“In the Yard” column for June 21, 2013

Photo provided by PAM COLTHARP -- Mardi Gras beads confound birds looking for figs. Show caption
Photo provided by PAM COLTHARP -- Mardi Gras beads confound birds looking for figs.

Following up on last week’s column calling for creative solutions to protecting garden harvests, Pam Coltharp of the Garden District shares one that’s worked for her fig tree.

“I heard somewhere several years ago about using leftover Mardi Gras beads to keep birds away from figs,” Coltharp writes.

“It’s not only festive, but has worked pretty well for us!” she says.

Seems like it could be the motion of the beads, when the birds alight and start tearing into a fig, that could be the working mechanism here.

(Or maybe the beads resemble a very symmetrically looped snake?)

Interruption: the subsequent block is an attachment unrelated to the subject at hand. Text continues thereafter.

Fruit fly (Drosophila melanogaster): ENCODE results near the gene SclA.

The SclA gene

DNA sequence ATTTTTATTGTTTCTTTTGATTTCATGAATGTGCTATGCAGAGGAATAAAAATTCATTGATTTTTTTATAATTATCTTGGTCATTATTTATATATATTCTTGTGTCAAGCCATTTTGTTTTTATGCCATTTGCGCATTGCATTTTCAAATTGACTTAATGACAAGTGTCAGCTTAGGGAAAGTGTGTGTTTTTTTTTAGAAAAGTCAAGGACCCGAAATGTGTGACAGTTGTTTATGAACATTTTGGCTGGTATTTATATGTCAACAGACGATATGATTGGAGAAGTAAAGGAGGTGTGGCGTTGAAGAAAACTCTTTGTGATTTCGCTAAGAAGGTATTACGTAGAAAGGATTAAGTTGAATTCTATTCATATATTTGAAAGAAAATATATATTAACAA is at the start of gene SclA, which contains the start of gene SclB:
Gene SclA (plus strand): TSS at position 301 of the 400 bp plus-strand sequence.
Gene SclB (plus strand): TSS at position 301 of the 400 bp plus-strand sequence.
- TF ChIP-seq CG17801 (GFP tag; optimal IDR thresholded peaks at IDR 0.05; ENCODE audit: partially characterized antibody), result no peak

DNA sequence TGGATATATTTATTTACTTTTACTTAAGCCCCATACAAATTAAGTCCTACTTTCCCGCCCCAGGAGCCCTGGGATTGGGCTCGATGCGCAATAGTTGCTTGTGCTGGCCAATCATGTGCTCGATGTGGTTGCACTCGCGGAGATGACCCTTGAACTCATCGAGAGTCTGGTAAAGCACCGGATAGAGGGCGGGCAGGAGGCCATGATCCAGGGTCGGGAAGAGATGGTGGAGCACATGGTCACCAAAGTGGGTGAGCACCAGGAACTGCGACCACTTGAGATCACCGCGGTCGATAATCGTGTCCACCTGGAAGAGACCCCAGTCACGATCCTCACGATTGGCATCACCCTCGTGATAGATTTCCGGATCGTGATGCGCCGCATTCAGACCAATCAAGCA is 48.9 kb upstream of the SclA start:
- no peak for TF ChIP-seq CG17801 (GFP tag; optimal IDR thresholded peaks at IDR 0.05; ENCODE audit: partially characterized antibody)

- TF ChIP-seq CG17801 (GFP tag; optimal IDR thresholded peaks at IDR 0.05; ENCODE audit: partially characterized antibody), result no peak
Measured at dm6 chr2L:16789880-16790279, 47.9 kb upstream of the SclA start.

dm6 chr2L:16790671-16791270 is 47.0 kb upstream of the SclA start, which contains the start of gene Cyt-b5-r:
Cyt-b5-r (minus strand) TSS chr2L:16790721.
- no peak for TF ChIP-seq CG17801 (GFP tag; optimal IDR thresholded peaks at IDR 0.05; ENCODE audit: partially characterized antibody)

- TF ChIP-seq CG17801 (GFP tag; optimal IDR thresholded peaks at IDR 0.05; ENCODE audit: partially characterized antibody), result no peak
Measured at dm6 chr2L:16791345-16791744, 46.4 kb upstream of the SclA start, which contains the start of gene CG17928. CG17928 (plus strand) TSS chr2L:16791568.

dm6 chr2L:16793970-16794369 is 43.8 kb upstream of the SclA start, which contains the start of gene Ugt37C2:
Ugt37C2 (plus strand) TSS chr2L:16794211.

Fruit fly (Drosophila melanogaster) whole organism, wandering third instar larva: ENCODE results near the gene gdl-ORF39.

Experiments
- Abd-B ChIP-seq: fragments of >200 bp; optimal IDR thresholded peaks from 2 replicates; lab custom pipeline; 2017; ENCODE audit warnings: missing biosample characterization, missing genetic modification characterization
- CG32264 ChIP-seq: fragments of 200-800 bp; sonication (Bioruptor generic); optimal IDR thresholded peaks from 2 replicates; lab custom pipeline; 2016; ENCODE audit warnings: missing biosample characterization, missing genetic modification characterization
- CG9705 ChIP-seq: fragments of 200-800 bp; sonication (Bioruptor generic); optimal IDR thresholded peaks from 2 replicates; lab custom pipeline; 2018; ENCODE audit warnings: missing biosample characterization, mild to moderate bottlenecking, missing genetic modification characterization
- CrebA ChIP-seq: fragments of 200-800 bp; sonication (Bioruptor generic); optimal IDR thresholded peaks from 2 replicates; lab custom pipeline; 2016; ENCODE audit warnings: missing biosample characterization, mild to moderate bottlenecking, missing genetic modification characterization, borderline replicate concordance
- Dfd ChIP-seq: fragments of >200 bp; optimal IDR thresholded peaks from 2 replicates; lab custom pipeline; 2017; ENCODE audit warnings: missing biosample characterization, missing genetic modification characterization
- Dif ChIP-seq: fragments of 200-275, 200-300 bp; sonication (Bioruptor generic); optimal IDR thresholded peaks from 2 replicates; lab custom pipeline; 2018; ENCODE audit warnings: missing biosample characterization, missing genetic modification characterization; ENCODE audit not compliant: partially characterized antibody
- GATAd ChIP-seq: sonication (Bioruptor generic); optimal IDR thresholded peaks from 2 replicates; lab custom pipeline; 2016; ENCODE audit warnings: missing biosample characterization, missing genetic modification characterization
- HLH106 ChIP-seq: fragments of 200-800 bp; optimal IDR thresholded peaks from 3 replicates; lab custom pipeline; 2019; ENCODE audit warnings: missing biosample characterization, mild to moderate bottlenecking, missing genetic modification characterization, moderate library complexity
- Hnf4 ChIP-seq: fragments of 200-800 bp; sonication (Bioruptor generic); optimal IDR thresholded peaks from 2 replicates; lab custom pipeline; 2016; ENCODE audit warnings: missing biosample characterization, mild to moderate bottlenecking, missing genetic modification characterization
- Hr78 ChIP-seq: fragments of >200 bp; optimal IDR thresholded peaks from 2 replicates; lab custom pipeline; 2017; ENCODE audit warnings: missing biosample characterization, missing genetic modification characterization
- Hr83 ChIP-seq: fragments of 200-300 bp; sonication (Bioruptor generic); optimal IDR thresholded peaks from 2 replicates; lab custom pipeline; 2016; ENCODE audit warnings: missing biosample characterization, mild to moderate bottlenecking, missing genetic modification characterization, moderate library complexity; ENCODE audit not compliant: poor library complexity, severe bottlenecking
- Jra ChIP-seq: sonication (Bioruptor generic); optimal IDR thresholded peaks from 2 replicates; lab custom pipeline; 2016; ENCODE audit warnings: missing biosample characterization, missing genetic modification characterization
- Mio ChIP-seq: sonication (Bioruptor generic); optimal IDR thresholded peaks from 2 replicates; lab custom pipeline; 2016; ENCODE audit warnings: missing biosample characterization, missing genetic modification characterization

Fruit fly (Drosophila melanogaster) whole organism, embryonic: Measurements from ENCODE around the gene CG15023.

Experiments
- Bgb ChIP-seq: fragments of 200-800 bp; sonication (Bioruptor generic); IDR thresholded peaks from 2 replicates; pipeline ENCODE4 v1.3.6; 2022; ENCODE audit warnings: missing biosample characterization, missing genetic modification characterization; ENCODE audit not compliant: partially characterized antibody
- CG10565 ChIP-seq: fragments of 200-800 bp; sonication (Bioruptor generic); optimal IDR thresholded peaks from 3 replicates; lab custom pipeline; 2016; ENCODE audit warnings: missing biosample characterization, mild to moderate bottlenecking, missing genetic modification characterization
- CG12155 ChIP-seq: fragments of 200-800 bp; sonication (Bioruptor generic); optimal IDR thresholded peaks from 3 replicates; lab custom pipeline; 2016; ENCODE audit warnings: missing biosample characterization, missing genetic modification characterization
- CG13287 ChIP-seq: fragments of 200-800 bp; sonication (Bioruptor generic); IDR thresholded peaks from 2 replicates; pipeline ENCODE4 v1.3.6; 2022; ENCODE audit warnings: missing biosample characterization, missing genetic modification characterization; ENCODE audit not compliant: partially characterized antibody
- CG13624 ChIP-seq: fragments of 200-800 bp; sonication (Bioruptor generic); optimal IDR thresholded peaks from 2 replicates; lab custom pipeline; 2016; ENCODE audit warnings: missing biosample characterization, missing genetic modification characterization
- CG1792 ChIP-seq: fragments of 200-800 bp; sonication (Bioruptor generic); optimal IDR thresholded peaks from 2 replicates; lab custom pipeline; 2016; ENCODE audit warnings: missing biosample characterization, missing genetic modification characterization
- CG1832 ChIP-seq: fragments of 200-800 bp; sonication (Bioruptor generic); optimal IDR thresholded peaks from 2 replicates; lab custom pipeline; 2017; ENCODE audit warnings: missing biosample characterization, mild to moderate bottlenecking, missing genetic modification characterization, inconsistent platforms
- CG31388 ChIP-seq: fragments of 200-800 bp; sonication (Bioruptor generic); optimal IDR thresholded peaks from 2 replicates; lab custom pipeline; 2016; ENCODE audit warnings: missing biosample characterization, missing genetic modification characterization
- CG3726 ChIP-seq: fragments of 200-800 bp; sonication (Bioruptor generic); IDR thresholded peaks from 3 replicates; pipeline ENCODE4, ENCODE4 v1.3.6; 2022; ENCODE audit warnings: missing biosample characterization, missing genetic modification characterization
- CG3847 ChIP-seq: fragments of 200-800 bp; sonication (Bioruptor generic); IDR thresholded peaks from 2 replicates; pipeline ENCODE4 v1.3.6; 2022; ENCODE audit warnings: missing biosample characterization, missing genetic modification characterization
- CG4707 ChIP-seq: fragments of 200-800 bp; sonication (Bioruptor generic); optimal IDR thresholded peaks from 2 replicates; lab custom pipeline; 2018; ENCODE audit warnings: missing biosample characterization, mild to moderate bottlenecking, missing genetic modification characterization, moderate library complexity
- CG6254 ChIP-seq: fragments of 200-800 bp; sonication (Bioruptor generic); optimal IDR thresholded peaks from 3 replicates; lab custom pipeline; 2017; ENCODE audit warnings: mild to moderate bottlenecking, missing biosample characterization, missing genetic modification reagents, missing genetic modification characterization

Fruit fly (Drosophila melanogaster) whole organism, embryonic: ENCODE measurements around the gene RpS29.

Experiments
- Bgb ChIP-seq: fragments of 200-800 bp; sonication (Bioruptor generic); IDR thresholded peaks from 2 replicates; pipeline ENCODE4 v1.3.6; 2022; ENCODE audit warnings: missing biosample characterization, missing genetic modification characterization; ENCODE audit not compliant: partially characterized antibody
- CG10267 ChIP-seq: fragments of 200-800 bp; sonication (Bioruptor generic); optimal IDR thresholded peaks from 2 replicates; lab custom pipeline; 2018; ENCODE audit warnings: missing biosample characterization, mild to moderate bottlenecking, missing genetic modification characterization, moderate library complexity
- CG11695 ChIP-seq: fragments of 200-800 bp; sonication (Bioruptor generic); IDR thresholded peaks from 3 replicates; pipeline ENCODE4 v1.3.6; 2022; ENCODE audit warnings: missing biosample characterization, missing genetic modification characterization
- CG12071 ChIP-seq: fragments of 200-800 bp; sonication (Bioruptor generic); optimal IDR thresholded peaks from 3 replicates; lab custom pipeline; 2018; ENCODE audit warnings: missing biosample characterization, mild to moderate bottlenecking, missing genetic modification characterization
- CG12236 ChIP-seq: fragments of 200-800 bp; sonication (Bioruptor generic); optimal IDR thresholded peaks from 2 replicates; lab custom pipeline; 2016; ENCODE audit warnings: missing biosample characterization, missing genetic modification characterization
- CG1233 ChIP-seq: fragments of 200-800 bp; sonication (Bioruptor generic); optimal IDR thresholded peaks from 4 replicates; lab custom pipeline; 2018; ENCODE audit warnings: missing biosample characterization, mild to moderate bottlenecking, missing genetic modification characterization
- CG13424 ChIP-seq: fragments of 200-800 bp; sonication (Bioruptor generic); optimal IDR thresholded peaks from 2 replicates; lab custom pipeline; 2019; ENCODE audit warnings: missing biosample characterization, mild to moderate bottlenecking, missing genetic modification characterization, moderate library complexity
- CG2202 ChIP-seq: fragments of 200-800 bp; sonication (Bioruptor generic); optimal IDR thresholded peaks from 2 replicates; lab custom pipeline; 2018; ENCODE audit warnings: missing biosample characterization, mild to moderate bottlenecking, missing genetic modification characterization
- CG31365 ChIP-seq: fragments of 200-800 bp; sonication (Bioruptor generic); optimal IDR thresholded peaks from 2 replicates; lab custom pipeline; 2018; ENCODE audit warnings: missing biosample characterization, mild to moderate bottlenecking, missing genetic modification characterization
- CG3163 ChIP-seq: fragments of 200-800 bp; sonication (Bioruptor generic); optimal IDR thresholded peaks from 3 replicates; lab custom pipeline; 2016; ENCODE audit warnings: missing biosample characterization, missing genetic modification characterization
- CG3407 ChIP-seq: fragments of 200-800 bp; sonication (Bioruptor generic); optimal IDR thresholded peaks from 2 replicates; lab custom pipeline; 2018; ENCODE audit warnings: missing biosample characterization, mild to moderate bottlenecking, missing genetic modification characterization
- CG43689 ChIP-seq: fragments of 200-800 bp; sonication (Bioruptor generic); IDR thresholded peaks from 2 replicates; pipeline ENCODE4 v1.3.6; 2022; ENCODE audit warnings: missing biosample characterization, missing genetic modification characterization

RIPE MOMENTS: I think it’s reassuring to have guidelines for knowing when vegetables and fruit are ready to pick.

Some helpful tips from the Southern University Agcenter tell us when it’s harvest time for the following:

  • snap beans, before seed causes the pods to bulge.
  • summer squash, when young and tender and the rind can be punctured or scratched with your thumbnail.
  • cucumbers, when young and tender; a yellowish skin means the fruit is past the best edible stage.
  • bell peppers, when they’ve reached full size and the fruit is firm; mature peppers easily snap when lightly lifted.
  • eggplants, at any stage after they reach one-third of their normal, mature size.
  • watermelons, when the “ground spot” changes from white to light yellow.

CHILDREN GARDENING: Master Gardener Claire Fontenot will present a seed-planting program for children, ages 4 to 11, at 9:30 a.m. Wednesday at the East Baton Rouge Parish Pride-Chaneyville Branch Library, 13600 Pride-Port Hudson Road in Pride.

Fontenot will explain the process of planting seeds, as well as how they grow and become plants.

Space is limited, so call (225) 658-1560 to register.

Ellyn Couvillion

Advocate staff writer